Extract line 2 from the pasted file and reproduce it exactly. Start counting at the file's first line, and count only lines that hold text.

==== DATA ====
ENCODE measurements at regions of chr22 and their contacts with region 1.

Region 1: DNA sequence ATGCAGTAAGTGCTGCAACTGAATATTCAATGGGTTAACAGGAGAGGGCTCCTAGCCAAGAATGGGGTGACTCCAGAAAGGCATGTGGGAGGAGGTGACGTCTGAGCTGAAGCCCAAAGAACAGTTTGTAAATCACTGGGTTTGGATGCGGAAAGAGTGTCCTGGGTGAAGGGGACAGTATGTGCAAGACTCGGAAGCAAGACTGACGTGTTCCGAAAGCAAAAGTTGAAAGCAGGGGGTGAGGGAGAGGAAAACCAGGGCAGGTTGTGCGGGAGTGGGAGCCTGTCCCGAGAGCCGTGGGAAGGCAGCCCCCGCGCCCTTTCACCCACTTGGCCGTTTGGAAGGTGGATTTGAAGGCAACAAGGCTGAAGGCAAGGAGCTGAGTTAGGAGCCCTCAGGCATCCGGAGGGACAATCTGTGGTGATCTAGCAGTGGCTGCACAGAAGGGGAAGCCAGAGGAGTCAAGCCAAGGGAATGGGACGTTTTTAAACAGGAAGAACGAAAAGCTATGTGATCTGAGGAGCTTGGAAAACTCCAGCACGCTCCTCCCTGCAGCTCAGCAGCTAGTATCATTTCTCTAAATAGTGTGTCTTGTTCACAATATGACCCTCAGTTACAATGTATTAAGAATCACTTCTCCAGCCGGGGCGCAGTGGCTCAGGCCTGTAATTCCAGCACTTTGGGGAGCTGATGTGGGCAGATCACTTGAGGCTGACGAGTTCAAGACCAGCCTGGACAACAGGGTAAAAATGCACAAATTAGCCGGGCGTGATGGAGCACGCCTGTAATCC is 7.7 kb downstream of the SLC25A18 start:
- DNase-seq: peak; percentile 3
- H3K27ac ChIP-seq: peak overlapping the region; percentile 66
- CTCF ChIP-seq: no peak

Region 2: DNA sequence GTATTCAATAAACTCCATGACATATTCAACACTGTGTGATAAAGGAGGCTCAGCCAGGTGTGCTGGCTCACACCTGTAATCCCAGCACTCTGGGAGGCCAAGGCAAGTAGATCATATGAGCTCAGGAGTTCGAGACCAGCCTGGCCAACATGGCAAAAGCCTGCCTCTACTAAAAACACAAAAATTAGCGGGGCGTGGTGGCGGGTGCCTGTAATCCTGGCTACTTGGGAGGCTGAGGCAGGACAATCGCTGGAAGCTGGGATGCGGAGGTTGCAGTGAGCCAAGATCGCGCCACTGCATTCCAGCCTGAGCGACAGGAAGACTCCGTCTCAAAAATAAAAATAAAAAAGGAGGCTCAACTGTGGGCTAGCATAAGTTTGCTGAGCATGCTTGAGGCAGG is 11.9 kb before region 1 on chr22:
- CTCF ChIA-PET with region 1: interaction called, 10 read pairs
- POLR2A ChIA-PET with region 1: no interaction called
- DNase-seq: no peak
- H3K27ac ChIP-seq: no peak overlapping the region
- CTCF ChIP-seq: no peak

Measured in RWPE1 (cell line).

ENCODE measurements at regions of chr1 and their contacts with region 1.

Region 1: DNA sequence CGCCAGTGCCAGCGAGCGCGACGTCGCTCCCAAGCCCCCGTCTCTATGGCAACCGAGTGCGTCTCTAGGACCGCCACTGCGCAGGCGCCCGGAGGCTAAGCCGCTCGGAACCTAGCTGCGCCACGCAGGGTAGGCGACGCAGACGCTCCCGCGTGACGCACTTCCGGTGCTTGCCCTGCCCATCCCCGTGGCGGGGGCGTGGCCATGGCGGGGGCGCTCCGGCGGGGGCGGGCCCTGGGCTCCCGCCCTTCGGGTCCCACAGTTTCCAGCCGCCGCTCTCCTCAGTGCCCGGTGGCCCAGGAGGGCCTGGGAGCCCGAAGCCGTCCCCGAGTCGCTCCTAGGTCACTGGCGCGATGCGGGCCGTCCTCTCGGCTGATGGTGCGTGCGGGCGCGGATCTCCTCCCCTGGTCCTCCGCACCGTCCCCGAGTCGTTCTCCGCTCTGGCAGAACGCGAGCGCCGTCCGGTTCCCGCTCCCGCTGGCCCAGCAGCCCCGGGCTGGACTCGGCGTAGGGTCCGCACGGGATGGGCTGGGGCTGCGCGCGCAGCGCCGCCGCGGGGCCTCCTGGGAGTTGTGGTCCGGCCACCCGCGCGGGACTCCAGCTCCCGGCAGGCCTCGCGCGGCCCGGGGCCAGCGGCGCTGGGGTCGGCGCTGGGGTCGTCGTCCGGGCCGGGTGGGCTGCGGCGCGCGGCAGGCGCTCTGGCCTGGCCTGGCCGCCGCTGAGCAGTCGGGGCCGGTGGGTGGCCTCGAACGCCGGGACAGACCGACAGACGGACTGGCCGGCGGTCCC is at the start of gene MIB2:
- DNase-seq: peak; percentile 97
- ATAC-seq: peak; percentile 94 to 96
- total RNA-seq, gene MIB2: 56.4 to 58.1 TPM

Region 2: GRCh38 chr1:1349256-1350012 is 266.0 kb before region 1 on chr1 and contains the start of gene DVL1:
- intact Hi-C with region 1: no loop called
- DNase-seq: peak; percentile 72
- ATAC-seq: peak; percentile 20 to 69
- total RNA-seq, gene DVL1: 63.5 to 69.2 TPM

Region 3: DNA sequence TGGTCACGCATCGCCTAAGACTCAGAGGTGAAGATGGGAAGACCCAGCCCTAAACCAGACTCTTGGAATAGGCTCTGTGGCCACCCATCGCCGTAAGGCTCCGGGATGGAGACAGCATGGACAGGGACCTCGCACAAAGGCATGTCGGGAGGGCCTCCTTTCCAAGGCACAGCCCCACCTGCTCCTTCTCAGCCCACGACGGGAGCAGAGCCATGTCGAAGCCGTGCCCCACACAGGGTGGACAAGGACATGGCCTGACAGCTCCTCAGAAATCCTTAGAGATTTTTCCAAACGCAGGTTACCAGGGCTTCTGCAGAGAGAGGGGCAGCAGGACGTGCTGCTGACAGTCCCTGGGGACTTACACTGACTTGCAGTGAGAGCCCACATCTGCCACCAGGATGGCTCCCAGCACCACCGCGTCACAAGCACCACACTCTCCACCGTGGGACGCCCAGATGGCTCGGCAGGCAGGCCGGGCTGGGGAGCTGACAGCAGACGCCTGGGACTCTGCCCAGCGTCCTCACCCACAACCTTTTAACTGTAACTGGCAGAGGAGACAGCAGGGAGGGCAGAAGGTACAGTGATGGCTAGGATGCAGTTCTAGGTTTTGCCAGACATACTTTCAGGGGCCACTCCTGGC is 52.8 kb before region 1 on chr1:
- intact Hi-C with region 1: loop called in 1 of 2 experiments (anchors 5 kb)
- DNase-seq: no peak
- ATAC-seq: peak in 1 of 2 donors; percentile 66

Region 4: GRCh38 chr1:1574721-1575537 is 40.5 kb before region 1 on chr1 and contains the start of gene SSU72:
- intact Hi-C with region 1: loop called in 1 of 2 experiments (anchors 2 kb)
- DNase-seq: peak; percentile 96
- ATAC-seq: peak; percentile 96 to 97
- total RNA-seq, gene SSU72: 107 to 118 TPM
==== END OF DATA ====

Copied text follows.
Region 1: DNA sequence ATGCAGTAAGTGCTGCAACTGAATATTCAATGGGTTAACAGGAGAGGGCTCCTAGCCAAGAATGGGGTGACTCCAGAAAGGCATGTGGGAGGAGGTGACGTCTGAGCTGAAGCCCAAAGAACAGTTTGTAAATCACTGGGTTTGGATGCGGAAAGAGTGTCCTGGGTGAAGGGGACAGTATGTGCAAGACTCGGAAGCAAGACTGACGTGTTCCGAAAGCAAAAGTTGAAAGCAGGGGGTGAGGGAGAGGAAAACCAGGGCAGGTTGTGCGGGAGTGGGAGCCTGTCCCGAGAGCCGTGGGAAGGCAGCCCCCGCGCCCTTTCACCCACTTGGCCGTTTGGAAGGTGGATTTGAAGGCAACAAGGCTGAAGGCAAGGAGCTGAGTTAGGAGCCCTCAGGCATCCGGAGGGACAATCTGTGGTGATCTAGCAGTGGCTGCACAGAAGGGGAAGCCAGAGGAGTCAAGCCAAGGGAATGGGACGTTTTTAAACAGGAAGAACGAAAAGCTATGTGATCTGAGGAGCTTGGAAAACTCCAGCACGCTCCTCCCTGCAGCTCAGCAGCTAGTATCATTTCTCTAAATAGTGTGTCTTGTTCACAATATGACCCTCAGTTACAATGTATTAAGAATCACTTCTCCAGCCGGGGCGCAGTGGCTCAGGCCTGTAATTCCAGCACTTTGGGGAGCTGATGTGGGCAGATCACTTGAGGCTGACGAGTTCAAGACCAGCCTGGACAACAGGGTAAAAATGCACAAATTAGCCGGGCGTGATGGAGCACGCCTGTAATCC is 7.7 kb downstream of the SLC25A18 start: